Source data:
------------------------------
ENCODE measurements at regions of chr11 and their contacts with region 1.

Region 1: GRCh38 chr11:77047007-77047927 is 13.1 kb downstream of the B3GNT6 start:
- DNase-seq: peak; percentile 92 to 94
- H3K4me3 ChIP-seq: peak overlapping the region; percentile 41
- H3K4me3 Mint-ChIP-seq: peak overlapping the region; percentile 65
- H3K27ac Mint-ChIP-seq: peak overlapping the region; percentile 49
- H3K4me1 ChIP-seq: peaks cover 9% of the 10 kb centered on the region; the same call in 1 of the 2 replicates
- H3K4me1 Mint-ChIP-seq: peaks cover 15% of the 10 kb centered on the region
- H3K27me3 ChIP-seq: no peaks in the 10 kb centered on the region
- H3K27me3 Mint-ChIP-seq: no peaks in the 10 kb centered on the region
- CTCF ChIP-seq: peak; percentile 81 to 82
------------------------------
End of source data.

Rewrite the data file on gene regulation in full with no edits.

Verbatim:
ENCODE measurements at regions of chr11 and their contacts with region 1.

Region 1: GRCh38 chr11:77047007-77047927 is 13.1 kb downstream of the B3GNT6 start:
- DNase-seq: peak; percentile 92 to 94
- H3K4me3 ChIP-seq: peak overlapping the region; percentile 41
- H3K4me3 Mint-ChIP-seq: peak overlapping the region; percentile 65
- H3K27ac Mint-ChIP-seq: peak overlapping the region; percentile 49
- H3K4me1 ChIP-seq: peaks cover 9% of the 10 kb centered on the region; the same call in 1 of the 2 replicates
- H3K4me1 Mint-ChIP-seq: peaks cover 15% of the 10 kb centered on the region
- H3K27me3 ChIP-seq: no peaks in the 10 kb centered on the region
- H3K27me3 Mint-ChIP-seq: no peaks in the 10 kb centered on the region
- CTCF ChIP-seq: peak; percentile 81 to 82